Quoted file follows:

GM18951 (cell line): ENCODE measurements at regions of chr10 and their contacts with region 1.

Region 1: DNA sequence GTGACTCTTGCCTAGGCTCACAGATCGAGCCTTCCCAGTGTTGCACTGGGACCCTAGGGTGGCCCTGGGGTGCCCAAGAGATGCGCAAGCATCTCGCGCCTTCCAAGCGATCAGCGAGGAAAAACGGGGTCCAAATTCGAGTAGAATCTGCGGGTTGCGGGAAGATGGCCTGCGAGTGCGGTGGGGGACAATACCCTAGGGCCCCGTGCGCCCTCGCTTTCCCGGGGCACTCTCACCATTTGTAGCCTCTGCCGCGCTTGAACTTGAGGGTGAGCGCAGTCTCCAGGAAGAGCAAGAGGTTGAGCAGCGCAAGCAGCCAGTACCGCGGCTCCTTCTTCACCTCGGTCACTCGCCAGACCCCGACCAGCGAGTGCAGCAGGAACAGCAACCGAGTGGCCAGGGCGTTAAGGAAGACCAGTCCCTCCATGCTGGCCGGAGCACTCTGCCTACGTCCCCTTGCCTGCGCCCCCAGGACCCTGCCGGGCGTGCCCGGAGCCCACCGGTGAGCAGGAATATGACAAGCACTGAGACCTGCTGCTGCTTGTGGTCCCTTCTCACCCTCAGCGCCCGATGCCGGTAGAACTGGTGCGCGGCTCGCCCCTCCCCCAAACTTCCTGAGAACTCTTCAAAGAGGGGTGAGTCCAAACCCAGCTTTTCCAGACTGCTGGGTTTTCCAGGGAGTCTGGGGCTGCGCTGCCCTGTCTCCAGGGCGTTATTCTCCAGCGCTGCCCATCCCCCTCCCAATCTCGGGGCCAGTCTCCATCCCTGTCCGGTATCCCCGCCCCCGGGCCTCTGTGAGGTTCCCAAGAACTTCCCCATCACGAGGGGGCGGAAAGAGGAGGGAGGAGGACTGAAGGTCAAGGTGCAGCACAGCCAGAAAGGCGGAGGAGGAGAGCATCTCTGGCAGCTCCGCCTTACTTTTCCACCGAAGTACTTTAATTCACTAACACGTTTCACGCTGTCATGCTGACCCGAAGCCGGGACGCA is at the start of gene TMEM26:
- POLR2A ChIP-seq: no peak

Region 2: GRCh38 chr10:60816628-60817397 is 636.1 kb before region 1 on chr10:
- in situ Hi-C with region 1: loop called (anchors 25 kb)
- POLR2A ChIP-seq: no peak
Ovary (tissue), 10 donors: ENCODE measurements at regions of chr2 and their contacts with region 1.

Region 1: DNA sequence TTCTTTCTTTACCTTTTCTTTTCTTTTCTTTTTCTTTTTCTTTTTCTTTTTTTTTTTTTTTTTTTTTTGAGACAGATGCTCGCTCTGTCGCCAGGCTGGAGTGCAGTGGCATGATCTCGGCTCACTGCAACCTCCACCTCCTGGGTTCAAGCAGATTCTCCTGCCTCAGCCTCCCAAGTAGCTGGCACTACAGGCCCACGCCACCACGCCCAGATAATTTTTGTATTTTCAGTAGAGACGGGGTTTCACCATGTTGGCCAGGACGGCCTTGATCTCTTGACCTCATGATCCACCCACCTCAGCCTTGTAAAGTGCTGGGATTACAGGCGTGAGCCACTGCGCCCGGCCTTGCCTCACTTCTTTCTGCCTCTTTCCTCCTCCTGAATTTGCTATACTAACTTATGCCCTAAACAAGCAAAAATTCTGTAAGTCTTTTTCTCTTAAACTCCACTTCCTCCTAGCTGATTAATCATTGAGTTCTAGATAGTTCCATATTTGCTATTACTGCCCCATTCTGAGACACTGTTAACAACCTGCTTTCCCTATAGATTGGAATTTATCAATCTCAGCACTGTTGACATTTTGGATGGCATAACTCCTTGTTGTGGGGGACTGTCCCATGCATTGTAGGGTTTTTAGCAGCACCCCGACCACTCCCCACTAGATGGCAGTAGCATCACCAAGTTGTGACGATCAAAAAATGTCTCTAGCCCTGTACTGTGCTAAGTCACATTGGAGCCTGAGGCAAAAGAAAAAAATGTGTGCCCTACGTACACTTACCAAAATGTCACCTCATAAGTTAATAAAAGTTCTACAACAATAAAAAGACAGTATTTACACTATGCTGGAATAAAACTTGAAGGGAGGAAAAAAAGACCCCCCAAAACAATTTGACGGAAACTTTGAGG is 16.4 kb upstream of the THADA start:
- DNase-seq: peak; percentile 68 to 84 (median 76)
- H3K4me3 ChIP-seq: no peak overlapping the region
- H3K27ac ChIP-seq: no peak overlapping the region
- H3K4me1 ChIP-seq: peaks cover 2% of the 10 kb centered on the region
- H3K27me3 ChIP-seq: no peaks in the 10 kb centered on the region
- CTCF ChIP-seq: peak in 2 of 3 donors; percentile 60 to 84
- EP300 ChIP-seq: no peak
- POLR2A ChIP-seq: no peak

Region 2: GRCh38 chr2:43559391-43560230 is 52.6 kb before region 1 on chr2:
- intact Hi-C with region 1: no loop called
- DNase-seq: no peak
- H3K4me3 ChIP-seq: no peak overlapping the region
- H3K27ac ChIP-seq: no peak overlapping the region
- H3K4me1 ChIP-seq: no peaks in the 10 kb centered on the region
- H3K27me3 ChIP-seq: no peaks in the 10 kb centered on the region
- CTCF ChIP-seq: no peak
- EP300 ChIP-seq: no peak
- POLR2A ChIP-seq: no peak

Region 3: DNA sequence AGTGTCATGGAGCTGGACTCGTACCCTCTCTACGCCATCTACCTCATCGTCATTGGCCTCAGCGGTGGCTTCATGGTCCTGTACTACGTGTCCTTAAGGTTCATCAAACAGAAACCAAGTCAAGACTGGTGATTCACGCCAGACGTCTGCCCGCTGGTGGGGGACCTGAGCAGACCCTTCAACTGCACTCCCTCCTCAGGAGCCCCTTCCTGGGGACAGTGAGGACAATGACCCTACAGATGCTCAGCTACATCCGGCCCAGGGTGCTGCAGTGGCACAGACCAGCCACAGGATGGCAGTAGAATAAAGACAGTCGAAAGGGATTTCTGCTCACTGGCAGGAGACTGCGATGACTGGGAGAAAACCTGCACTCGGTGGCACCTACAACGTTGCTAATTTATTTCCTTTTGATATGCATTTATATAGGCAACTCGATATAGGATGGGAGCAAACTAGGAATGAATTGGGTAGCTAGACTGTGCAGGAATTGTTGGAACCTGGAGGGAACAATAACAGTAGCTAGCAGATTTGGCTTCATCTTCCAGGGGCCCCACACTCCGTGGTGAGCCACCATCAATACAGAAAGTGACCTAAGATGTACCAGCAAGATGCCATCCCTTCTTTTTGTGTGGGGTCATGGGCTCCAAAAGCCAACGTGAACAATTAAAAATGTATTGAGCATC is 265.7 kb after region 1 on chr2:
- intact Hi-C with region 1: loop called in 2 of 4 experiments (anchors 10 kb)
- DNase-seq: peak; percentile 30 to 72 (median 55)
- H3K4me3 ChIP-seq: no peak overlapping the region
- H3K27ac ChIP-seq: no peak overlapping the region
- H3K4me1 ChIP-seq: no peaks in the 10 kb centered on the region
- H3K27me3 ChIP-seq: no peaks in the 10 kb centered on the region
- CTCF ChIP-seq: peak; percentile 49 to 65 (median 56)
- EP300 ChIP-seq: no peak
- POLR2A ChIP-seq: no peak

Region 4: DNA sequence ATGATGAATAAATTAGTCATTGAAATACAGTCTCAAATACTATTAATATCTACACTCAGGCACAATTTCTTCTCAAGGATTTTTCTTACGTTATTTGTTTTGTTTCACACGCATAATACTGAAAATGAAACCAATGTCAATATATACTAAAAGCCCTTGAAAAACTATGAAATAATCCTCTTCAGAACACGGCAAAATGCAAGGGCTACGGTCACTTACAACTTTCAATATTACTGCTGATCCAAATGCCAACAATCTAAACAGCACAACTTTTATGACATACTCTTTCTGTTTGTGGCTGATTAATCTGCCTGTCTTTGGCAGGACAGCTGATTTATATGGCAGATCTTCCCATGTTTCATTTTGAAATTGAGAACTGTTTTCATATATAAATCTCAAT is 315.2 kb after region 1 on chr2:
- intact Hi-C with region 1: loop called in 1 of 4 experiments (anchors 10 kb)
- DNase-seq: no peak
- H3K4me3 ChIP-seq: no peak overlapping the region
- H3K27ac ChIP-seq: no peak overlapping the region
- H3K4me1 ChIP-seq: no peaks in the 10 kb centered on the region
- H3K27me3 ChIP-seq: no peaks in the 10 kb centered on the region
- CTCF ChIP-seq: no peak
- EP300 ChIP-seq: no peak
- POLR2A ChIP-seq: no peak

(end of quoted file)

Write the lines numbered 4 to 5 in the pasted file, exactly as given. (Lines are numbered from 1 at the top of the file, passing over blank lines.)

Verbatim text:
Region 2: GRCh38 chr10:60816628-60817397 is 636.1 kb before region 1 on chr10:
- in situ Hi-C with region 1: loop called (anchors 25 kb)